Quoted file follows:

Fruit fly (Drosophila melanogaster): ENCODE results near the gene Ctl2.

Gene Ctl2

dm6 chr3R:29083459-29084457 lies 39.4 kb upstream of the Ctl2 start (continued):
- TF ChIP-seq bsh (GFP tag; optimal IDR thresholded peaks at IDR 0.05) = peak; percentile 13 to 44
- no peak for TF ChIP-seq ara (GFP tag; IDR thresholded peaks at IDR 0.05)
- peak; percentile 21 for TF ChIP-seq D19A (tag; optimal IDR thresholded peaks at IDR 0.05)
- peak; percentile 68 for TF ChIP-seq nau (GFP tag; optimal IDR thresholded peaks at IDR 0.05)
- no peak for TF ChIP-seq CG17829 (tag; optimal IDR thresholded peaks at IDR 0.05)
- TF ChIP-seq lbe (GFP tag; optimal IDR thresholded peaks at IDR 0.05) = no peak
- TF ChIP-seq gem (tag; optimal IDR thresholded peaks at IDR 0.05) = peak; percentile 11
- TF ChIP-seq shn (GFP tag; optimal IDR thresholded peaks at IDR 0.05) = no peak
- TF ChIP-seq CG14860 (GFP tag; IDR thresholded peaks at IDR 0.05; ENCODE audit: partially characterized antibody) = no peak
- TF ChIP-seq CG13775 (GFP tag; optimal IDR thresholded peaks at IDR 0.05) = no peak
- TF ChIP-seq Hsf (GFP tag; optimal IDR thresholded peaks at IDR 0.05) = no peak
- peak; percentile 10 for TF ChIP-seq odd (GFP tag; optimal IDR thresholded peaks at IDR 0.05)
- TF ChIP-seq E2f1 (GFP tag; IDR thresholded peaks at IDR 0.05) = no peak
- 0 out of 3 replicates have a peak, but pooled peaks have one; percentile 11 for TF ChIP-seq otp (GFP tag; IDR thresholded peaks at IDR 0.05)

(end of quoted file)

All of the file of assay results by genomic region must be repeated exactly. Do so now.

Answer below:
Fruit fly (Drosophila melanogaster): ENCODE results near the gene Ctl2.

Gene Ctl2

dm6 chr3R:29083459-29084457 lies 39.4 kb upstream of the Ctl2 start (continued):
- TF ChIP-seq bsh (GFP tag; optimal IDR thresholded peaks at IDR 0.05) = peak; percentile 13 to 44
- no peak for TF ChIP-seq ara (GFP tag; IDR thresholded peaks at IDR 0.05)
- peak; percentile 21 for TF ChIP-seq D19A (tag; optimal IDR thresholded peaks at IDR 0.05)
- peak; percentile 68 for TF ChIP-seq nau (GFP tag; optimal IDR thresholded peaks at IDR 0.05)
- no peak for TF ChIP-seq CG17829 (tag; optimal IDR thresholded peaks at IDR 0.05)
- TF ChIP-seq lbe (GFP tag; optimal IDR thresholded peaks at IDR 0.05) = no peak
- TF ChIP-seq gem (tag; optimal IDR thresholded peaks at IDR 0.05) = peak; percentile 11
- TF ChIP-seq shn (GFP tag; optimal IDR thresholded peaks at IDR 0.05) = no peak
- TF ChIP-seq CG14860 (GFP tag; IDR thresholded peaks at IDR 0.05; ENCODE audit: partially characterized antibody) = no peak
- TF ChIP-seq CG13775 (GFP tag; optimal IDR thresholded peaks at IDR 0.05) = no peak
- TF ChIP-seq Hsf (GFP tag; optimal IDR thresholded peaks at IDR 0.05) = no peak
- peak; percentile 10 for TF ChIP-seq odd (GFP tag; optimal IDR thresholded peaks at IDR 0.05)
- TF ChIP-seq E2f1 (GFP tag; IDR thresholded peaks at IDR 0.05) = no peak
- 0 out of 3 replicates have a peak, but pooled peaks have one; percentile 11 for TF ChIP-seq otp (GFP tag; IDR thresholded peaks at IDR 0.05)